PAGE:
Robinhood sued by family of young trader who killed himself


The family of a 20-year-old trader who killed himself after seeing a massive negative balance in his account sued online brokerage Robinhood for wrongful death on Monday.

The parents and sister of Alex Kearns said Robinhood preys on inexperienced traders and that the company’s “misleading communications” caused him to panic, ultimately leading to his death.

“This case centers on Robinhood’s aggressive tactics and strategy to lure inexperienced and unsophisticated investors, including Alex, to take big risks with the lure of tantalizing profits,” the complaint said. “Robinhood’s aggressive ploys to attract young customers, combined with its flagrant disregard for its duty of care to its customers, creates a time bomb that was destined to lead to the type of tragedy that happened to Alex.”

Kearns’ death drew headlines last summer, after the young trader was notified that an options trade he had conducted had resulted in a $730,000 loss and that he needed to immediately deposit around $178,000 to resolve the situation. With no way to pay such a sum and afraid his family would be forced to repay it, Kearns rode his bike in front of a train.

“How was a 20-year-old with no income able to get assigned almost $1 million worth of leverage?” he wrote in a goodbye note to his parents, according to the lawsuit.

Robinhood’s communications with Kearns did not mention that he already held options that would erase the negative balance once settled, the complaint said.

Read: Trader beware: Read this before buying stocks with investment apps like Robinhood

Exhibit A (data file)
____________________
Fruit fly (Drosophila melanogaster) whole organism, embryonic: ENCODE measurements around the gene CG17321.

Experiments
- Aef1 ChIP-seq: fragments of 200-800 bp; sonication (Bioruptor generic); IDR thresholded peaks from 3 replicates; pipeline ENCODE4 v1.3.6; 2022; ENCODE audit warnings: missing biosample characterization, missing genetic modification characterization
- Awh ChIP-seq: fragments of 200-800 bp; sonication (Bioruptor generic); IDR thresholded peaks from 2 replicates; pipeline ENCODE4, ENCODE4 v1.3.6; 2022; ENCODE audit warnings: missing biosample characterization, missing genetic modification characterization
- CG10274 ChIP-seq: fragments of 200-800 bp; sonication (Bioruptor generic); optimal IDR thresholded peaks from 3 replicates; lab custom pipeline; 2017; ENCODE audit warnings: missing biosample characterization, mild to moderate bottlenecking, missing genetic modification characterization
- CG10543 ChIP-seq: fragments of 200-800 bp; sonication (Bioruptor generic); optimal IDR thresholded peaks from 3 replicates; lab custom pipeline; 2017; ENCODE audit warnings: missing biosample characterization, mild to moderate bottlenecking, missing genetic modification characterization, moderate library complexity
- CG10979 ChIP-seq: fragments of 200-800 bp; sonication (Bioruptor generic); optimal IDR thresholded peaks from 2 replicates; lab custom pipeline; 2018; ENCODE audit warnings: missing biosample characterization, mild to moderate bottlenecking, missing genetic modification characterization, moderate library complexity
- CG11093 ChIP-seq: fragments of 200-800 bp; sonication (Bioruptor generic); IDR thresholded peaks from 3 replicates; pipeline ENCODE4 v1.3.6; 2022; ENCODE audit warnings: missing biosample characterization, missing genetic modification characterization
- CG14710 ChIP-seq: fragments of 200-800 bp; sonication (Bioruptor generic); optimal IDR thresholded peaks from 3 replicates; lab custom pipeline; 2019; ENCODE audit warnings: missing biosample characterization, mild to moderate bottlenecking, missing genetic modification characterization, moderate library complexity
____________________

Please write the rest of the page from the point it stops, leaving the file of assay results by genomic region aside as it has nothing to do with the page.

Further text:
Robinhood had no customer-support phone number, and Kearns’ emails to the company got only automated replies, his family said. A day after his death, Robinhood sent him an automatic email saying the margin call had been made and he did not owe anything.

“He thought he blew up his life. He thought he screwed up beyond repair,” his father, Dan Kearns, told CBS News on Monday.

The lawsuit blames Robinhood’s “reckless conduct” for Kearns’ death, claiming the company made it too easy for beginning traders with little money and little investing knowledge to make huge trades, and offered insufficient customer support.

“We were devastated by Alex Kearns’ death,” Robinhood said in a statement. “Since June, we’ve made improvements to our options offering.”

Robinhood, which is popular with younger traders, had been criticized for “gamifying” stock trading and encouraging risky behavior. It’s also facing lawsuits for recent moves to restrict trading of a number of heavily shorted stocks, such as GameStop Corp.
following wild trading that was stoked by online message boards.

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